With proof that recycling saved money, Clark focused on food waste as an untapped way of increasing recycling that could have a major impact on solid waste tonnage. She helped organize a two-month trial curbside food waste program for 74 residents.

After the two-month pilot showed a reduction in solid waste of between 33 and 50 percent, the selectmen ordered another pilot of 500 residents for a full year before they would contribute town money. The volunteer committees knew from surveys that residents were willing to pay as much as $120 a year for the opportunity; they calculated that if the 500 households each paid $75 it would cover the costs of hauling and tipping fees. They also had applied to the Massachusetts Department of Environmental Protection (DEP) for a grant to cover the $15,000 bill for green roadside bins.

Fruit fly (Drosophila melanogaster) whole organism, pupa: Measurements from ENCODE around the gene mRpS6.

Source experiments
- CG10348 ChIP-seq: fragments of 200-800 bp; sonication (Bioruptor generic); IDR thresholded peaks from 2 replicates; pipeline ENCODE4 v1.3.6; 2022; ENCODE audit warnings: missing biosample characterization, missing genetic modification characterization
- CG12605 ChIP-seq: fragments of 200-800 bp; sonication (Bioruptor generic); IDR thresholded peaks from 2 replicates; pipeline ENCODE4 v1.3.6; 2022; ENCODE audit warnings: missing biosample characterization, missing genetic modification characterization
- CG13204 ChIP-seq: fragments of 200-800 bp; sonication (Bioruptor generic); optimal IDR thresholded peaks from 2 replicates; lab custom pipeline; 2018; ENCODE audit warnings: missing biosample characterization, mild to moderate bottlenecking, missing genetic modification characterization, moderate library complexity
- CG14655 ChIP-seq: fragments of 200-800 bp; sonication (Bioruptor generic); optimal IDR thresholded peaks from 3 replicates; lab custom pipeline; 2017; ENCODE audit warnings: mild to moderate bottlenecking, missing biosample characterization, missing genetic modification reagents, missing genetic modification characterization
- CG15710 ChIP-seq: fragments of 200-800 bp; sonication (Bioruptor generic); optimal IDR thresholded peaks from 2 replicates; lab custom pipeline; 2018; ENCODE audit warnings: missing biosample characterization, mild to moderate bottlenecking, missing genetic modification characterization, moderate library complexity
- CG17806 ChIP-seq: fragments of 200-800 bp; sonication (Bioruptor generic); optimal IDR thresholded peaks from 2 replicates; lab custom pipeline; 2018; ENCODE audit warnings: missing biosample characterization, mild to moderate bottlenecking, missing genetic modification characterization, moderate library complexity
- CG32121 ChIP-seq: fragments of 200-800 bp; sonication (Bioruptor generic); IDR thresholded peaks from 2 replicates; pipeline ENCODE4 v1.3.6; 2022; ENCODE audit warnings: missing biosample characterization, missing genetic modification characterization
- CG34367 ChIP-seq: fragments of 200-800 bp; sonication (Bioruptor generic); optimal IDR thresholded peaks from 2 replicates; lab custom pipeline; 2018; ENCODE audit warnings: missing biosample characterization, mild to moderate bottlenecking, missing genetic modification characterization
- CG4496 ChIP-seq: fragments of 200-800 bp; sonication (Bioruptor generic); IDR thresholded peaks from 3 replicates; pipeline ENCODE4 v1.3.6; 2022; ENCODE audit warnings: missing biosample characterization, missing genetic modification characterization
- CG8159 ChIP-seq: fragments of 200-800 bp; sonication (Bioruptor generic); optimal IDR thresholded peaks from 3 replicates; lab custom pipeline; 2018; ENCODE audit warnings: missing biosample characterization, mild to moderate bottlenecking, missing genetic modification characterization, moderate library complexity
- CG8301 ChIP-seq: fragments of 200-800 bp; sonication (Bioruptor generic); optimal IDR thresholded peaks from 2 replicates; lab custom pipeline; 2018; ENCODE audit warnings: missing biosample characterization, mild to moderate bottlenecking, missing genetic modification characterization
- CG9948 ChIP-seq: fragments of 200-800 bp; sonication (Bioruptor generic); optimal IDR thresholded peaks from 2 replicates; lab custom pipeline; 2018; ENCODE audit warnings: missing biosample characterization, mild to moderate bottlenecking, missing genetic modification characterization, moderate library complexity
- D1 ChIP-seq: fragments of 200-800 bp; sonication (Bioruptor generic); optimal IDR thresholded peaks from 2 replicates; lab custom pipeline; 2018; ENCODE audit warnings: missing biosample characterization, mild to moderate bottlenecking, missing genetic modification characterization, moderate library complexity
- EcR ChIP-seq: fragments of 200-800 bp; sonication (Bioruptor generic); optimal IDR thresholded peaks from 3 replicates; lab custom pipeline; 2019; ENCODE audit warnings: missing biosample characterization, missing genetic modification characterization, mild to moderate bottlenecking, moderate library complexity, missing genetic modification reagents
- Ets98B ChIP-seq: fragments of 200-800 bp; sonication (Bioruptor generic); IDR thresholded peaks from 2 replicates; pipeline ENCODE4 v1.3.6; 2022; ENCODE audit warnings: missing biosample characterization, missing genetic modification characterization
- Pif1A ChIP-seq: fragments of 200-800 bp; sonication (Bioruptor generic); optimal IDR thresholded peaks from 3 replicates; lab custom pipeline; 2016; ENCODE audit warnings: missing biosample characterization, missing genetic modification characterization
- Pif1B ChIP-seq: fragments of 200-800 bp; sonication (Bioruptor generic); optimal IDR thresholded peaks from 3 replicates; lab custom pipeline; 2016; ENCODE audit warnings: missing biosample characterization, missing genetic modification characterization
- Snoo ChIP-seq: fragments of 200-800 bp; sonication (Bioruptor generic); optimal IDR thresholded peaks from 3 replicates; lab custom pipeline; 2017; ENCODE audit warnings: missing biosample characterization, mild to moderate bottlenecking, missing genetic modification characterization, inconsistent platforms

The project suffered two setbacks. First, the DEP grant did not come through; then only 350 paying participants signed up. A combination of donations, a DEP grant of $7000 from EPA money designated for keeping organics out of landfills, and an agreement with the town to fund a six-month short fall in hauling fees, and the project went forward. And the volunteers continued to solicit paying participants, eventually signing up 631.

Get people thinking